“I was undergoing spiritual changes, accepting the fact that change wasn’t going to come, at least the way I was doing it. I am looking for something else. I am not giving up.”
I ask Gaunt what new direction she is taking, and she tells me that she doesn’t know yet.
“I will know when I know,” Gaunt assures me, “just like I knew that the activism I did during those ten years was what I was supposed to be doing at the time. Some call it a calling.”
Grinnell College has been a significant constant in Gaunt’s life through both phases of intense activism and of quieter spiritual searching.
“I’ve been paying attention all these twenty years [at Grinnell],” Gaunt says, “and I see students working on and understanding sustainability issues. It gives me hope, when it could get really devastating sometimes when you think about how awful it all is.”
Gaunt has firsthand experience watching issues of sustainability worsen, as she and her husband own a CAFO (Concentrated Animal Feed Operation). Gaunt is hesitant to tell me she works on a CAFO, making sure I know the full backstory first.
“I married a man who knows pigs in and out–that is what he’s doing since he was twelve years old.”
Whereas Gaunt’s father was a tenant farmer who did not own his own land, her husband Jay’s family did. Gaunt recounts how “in the 1980s the bank began to encourage Jay’s father to buy bigger farm equipment, borrow money. But then it all crashed. Only the year before his dad got a Marshall County Farmer of the Year Award for his conservation practices, the next he loses his farm.” There is an unusual silence in our conversation, and I realize that out of all social causes Gaunt has fought tirelessly for, this issue is clearly one of the most personal.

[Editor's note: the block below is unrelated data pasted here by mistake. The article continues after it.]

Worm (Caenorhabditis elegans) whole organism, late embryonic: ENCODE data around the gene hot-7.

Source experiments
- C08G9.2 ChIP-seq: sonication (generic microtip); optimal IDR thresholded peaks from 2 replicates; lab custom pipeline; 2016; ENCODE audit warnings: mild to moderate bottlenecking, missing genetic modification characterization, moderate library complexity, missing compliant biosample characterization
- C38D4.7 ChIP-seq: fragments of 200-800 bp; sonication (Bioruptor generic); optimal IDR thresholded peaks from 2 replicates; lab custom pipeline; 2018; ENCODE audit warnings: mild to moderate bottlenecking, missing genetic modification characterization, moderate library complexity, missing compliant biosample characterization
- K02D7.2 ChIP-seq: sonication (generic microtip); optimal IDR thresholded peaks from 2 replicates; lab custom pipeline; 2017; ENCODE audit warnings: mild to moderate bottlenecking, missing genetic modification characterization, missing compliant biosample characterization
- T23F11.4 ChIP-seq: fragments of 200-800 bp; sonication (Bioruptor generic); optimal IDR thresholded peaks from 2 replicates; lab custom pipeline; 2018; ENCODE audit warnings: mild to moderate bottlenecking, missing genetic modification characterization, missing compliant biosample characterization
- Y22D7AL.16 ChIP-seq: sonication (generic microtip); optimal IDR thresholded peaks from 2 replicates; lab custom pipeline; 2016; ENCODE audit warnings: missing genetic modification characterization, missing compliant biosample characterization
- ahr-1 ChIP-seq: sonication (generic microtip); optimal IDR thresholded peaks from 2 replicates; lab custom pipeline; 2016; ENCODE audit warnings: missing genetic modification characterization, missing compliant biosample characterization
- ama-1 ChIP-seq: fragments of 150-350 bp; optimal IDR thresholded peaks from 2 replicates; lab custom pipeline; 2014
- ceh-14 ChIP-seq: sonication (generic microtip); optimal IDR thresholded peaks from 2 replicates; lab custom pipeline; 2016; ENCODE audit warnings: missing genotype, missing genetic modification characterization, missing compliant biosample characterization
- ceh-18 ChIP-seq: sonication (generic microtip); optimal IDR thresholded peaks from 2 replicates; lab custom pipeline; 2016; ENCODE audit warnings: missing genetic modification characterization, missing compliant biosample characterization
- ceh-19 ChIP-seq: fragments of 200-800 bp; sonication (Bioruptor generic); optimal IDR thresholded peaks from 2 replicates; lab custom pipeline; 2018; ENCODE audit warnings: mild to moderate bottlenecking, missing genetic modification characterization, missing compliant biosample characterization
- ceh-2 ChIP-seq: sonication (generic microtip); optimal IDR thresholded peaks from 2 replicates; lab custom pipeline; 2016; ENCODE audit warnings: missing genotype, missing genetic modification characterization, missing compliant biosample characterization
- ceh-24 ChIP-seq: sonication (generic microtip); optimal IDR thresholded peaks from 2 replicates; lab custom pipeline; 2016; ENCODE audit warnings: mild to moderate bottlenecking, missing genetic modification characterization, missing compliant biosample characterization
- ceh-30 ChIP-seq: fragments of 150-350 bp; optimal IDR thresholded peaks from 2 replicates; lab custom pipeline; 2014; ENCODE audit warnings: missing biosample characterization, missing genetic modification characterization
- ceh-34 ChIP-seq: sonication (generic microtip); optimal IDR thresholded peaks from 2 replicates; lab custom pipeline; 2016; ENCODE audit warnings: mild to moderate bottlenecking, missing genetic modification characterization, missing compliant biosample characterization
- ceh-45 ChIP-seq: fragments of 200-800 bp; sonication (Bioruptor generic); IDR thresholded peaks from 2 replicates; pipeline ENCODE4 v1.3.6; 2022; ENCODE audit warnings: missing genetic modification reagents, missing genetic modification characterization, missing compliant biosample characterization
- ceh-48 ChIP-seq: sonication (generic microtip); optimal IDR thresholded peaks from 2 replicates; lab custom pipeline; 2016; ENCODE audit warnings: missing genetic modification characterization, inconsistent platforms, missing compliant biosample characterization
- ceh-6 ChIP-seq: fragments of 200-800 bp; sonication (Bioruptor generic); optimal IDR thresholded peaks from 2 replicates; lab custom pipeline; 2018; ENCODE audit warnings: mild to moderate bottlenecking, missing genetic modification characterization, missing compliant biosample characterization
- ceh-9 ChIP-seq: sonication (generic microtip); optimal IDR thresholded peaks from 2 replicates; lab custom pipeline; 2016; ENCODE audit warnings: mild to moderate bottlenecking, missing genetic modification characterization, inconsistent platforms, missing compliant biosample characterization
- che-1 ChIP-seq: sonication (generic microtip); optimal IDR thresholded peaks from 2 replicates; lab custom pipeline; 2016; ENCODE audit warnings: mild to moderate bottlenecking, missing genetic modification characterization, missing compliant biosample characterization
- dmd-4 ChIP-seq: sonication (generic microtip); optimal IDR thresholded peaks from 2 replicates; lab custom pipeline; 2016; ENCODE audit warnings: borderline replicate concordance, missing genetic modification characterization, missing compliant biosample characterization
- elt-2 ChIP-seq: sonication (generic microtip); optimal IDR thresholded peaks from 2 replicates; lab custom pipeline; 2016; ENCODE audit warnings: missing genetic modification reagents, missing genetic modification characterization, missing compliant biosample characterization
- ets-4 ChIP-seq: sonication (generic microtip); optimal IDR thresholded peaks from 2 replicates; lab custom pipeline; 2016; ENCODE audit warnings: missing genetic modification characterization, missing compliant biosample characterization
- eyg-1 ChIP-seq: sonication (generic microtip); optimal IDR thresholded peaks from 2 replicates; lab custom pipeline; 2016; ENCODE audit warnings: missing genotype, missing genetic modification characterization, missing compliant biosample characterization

Gaunt continues, telling me how Jay’s father finally went bankrupt in 1984, the same year Gaunt and Jay were starting out married life with two little girls.
“We were tied to that [bankruptcy],” Gaunt explains.
Gaunt got a teaching degree and her husband took a couple of factory jobs.
“It crushed him. He used to be a self employed farmer,” she says. Yet this freedom to farm independently, as Jay’s father and his father had done, had ended for many Iowans.